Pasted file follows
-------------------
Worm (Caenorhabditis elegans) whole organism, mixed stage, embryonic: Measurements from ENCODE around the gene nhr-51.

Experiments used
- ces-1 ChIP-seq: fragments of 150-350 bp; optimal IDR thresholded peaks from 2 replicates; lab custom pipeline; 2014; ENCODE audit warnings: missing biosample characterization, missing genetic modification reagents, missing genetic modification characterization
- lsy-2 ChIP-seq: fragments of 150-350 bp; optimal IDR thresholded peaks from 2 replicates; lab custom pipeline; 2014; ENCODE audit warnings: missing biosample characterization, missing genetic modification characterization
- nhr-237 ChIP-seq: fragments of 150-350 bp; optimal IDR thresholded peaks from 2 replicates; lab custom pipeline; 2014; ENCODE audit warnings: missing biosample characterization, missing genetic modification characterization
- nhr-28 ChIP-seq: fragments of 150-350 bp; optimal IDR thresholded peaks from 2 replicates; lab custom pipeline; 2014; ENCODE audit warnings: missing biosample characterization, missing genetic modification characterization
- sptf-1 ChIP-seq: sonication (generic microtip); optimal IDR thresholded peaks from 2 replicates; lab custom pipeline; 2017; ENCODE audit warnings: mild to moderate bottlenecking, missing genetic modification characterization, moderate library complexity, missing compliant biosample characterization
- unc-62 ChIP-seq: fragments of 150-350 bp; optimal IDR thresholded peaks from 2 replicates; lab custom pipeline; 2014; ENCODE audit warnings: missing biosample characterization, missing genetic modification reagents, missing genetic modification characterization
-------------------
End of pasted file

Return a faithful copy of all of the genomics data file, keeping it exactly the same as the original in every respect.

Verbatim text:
Worm (Caenorhabditis elegans) whole organism, mixed stage, embryonic: Measurements from ENCODE around the gene nhr-51.

Experiments used
- ces-1 ChIP-seq: fragments of 150-350 bp; optimal IDR thresholded peaks from 2 replicates; lab custom pipeline; 2014; ENCODE audit warnings: missing biosample characterization, missing genetic modification reagents, missing genetic modification characterization
- lsy-2 ChIP-seq: fragments of 150-350 bp; optimal IDR thresholded peaks from 2 replicates; lab custom pipeline; 2014; ENCODE audit warnings: missing biosample characterization, missing genetic modification characterization
- nhr-237 ChIP-seq: fragments of 150-350 bp; optimal IDR thresholded peaks from 2 replicates; lab custom pipeline; 2014; ENCODE audit warnings: missing biosample characterization, missing genetic modification characterization
- nhr-28 ChIP-seq: fragments of 150-350 bp; optimal IDR thresholded peaks from 2 replicates; lab custom pipeline; 2014; ENCODE audit warnings: missing biosample characterization, missing genetic modification characterization
- sptf-1 ChIP-seq: sonication (generic microtip); optimal IDR thresholded peaks from 2 replicates; lab custom pipeline; 2017; ENCODE audit warnings: mild to moderate bottlenecking, missing genetic modification characterization, moderate library complexity, missing compliant biosample characterization
- unc-62 ChIP-seq: fragments of 150-350 bp; optimal IDR thresholded peaks from 2 replicates; lab custom pipeline; 2014; ENCODE audit warnings: missing biosample characterization, missing genetic modification reagents, missing genetic modification characterization